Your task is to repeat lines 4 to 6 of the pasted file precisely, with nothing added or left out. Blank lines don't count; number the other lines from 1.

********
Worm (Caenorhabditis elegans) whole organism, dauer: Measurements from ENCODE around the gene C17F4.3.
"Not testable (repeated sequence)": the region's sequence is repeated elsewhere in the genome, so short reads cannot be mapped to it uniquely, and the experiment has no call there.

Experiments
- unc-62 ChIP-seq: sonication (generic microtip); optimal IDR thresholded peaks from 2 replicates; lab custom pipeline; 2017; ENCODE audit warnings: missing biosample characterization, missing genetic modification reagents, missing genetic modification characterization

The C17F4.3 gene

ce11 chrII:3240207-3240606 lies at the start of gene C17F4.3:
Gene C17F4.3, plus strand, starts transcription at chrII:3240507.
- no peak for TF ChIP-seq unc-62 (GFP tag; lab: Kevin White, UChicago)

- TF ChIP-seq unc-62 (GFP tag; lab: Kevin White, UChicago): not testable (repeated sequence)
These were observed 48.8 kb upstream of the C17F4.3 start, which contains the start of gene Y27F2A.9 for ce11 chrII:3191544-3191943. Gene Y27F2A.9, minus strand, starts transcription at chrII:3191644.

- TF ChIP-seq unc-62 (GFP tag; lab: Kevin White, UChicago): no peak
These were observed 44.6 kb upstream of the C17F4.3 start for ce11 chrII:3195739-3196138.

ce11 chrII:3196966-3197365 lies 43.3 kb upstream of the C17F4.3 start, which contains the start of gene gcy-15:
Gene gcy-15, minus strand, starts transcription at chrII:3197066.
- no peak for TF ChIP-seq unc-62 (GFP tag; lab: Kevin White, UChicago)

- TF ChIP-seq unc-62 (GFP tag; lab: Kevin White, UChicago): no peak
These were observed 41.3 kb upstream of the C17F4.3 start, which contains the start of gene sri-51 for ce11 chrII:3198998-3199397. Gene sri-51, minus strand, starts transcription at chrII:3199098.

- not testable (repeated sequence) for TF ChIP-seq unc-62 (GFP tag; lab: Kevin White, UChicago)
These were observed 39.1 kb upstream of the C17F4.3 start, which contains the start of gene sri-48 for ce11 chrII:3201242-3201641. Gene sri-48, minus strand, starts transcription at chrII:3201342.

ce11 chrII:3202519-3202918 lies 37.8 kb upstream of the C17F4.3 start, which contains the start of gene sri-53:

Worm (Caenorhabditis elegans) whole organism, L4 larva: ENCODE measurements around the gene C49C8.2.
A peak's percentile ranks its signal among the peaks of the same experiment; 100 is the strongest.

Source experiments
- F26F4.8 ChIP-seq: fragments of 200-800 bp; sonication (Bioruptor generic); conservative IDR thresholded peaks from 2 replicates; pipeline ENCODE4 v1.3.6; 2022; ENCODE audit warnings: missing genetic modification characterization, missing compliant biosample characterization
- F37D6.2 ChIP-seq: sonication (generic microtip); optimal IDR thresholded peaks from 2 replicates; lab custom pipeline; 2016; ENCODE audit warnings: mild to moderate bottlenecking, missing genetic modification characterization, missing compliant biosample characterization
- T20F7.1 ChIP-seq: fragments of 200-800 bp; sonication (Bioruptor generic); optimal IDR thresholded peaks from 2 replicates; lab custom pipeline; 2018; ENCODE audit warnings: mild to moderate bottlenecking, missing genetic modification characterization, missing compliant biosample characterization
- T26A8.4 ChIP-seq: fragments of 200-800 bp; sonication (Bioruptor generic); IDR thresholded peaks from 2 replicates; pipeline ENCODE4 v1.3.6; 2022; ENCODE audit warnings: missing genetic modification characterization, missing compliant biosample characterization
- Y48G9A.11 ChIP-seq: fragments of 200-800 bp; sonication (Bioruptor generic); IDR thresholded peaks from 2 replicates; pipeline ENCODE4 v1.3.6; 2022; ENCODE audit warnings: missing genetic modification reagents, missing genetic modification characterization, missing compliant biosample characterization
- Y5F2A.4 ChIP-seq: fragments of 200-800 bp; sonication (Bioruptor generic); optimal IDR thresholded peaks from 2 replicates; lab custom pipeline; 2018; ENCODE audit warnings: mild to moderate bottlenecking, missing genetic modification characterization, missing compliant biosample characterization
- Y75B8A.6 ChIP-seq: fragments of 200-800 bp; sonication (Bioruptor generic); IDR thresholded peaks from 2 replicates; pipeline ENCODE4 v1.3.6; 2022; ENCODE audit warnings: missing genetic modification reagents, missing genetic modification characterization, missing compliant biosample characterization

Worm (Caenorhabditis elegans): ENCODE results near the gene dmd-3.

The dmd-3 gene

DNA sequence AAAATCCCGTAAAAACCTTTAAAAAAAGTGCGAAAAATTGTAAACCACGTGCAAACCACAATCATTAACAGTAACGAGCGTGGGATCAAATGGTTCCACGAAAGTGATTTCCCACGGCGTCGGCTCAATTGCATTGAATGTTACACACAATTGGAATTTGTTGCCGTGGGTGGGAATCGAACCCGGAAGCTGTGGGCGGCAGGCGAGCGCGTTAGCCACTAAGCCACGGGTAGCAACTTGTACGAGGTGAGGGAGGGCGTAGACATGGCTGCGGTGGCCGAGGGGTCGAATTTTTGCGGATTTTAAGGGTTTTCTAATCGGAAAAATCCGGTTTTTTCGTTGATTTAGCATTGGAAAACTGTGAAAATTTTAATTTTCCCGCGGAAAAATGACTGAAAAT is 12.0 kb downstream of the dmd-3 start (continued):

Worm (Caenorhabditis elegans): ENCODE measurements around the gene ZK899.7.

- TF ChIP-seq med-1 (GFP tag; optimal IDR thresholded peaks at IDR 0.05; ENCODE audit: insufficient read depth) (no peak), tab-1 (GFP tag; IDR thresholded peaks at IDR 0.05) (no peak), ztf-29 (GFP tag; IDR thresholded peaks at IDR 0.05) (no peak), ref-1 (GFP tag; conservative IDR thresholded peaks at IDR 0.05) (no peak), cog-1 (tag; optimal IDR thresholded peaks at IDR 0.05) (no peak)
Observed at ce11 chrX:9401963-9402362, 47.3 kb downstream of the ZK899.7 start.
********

- unc-62 ChIP-seq: sonication (generic microtip); optimal IDR thresholded peaks from 2 replicates; lab custom pipeline; 2017; ENCODE audit warnings: missing biosample characterization, missing genetic modification reagents, missing genetic modification characterization

The C17F4.3 gene

ce11 chrII:3240207-3240606 lies at the start of gene C17F4.3: